If the LCM is a smaller number , then we can use the process (that has been used to find multiples of 11 and 35 ) again to find number of multiples of LCM.
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23 Oct 2016, 15:57
Hi! If the question asked : What is the number of integers from 1 to 1000, inclusive that are not divisible by 11 AND by 35? then the only difference in arriving at the answer would be to find out the multiples of 11 & 35 and subtract that from 1,000, correct?..Thank you in advance.
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Joined: 02 Sep 2009
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23 Oct 2016, 22:53
Conquergmat5 wrote:
Hi! If the question asked : What is the number of integers from 1 to 1000, inclusive that are not divisible by 11 AND by 35? then the only difference in arriving at the answer would be to find out the multiples of 11 & 35 and subtract that from 1,000, correct?..Thank you in advance.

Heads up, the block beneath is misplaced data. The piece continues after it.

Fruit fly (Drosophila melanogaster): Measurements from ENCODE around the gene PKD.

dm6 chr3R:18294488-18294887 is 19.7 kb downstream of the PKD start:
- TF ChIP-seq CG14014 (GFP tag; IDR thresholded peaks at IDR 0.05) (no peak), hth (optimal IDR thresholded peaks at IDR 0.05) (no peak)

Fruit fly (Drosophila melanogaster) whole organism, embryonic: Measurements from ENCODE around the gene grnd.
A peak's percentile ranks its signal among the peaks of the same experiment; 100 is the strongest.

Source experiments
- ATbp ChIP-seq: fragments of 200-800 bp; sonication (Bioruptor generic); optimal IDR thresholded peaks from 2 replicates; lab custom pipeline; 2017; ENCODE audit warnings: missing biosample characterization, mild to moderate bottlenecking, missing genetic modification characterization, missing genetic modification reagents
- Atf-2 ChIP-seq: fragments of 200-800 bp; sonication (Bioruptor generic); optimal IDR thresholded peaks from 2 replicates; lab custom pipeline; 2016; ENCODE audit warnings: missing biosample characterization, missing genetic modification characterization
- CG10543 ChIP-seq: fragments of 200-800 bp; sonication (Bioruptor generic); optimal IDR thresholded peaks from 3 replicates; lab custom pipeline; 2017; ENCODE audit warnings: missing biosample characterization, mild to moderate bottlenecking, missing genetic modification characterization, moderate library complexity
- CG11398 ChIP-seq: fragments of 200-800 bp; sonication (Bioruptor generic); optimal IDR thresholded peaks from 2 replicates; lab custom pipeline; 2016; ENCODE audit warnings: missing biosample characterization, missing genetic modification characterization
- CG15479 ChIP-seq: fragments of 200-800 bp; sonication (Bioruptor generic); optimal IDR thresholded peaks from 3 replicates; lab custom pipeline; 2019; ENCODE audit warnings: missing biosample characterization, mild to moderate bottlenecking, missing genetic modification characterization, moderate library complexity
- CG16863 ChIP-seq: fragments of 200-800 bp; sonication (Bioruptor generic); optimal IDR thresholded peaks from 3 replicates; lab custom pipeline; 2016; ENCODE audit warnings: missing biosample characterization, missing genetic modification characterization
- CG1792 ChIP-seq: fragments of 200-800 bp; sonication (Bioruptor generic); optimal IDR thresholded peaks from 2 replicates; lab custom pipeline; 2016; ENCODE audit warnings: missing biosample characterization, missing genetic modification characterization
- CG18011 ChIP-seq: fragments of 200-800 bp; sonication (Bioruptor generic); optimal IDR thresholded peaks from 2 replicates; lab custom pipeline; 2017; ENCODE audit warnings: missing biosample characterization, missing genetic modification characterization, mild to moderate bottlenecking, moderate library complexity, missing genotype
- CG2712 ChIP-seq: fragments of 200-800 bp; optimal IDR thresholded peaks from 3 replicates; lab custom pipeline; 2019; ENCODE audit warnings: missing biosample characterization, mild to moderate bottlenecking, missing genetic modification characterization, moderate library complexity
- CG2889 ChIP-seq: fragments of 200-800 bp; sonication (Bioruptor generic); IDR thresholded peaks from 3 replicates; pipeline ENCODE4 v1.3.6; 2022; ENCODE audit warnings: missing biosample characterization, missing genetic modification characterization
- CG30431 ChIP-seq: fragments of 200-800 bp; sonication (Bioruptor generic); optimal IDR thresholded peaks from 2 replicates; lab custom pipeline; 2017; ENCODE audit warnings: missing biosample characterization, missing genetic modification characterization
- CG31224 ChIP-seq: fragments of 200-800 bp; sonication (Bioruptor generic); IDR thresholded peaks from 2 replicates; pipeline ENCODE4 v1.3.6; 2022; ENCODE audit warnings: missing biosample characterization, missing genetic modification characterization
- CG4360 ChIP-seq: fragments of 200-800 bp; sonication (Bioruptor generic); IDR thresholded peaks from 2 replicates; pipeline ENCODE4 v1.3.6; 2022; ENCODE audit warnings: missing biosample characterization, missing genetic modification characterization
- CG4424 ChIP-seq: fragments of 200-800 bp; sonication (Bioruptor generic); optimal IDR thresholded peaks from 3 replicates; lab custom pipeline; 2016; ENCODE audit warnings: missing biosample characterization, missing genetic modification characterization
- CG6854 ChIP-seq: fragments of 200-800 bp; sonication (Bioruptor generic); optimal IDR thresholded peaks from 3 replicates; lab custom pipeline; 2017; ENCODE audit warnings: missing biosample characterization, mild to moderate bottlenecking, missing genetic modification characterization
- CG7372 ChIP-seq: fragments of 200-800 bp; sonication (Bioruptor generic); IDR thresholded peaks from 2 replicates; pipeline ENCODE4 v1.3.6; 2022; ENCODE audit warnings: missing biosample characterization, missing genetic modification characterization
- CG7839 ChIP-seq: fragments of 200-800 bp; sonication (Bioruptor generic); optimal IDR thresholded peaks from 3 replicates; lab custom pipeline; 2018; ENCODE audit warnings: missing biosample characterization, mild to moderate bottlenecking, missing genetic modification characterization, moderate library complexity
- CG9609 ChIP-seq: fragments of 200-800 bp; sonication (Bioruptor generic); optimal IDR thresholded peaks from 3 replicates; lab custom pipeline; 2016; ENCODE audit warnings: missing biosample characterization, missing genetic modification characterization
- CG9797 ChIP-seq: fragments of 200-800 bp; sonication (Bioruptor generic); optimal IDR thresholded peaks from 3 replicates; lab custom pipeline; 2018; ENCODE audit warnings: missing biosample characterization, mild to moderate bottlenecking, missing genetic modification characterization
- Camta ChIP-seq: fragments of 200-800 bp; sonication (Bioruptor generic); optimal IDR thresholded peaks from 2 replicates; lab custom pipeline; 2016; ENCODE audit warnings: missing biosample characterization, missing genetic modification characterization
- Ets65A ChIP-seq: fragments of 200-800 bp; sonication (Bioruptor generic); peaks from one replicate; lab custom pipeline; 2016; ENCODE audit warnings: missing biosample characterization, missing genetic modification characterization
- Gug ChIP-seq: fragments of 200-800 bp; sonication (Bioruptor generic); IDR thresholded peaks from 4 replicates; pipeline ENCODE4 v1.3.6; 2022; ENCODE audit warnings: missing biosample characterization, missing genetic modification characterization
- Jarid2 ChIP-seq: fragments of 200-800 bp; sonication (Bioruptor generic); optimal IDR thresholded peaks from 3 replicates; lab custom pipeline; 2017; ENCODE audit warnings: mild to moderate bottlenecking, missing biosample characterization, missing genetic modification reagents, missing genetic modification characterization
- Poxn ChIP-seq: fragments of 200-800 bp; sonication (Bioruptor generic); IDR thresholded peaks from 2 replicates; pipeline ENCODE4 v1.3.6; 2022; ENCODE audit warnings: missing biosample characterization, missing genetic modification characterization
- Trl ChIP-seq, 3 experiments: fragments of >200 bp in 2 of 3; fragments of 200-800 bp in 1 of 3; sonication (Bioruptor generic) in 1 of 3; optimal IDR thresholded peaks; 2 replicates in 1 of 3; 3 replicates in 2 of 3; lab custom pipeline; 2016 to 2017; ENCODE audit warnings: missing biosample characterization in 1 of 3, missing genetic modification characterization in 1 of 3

Yes. In this case the answer would be 1000 - 2 = 998.
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15 Nov 2016, 01:24
Hi,
I got the answer but just wanted to clarify something.
why am I not being able to apply De morgan's law in this question ?
If A= divisible by 11 and B= divisible by 35

Then the question asks A'union B'
which by demargan's law = Complement of ( A intersection B )= 1000-2

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22 Nov 2016, 16:46
wouldn't it be 1001-116? because it is inclusive
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Joined: 04 Jun 2015